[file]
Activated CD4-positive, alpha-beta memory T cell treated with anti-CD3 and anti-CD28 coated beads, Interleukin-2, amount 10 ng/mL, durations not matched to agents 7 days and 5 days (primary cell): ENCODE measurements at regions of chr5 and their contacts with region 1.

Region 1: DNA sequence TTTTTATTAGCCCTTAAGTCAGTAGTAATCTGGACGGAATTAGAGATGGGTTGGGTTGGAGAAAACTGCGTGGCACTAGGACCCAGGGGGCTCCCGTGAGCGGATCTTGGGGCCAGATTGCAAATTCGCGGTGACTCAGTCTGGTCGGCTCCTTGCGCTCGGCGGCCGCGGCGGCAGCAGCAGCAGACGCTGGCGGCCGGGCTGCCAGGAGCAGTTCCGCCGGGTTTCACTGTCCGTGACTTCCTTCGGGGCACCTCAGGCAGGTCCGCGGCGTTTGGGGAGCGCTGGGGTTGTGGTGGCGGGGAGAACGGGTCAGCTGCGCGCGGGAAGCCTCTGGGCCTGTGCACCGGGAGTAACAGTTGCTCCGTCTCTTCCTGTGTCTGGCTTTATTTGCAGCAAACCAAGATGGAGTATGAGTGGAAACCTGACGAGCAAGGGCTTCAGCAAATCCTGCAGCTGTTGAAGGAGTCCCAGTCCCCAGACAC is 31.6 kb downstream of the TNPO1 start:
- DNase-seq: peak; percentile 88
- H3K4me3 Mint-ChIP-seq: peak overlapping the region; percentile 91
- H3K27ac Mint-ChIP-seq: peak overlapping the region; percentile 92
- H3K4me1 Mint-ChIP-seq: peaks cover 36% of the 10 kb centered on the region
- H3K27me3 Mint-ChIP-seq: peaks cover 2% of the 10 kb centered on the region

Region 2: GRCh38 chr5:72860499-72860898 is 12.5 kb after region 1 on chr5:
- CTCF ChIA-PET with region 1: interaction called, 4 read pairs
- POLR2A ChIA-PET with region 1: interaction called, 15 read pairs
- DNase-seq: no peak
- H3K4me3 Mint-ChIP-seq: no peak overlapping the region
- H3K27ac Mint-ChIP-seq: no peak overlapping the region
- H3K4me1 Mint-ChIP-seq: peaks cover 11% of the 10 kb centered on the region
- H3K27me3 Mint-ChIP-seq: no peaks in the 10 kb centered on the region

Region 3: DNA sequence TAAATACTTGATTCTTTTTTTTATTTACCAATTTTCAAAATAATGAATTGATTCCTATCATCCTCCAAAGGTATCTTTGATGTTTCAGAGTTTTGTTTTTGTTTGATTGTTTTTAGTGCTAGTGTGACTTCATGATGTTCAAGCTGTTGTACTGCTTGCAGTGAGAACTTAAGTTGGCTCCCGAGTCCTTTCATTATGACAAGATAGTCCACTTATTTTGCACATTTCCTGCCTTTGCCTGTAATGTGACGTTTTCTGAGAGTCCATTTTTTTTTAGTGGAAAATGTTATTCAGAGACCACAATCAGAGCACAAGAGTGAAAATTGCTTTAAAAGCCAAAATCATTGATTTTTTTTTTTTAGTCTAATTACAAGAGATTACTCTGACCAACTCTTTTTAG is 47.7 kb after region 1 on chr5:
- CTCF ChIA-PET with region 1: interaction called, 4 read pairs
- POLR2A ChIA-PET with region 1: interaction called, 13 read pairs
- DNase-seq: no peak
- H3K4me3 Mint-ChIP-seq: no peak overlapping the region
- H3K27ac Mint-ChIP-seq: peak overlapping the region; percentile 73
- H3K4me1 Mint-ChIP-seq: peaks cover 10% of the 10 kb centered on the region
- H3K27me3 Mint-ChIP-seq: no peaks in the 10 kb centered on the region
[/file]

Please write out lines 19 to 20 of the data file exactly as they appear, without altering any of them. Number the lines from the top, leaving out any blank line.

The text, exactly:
- DNase-seq: no peak
- H3K4me3 Mint-ChIP-seq: no peak overlapping the region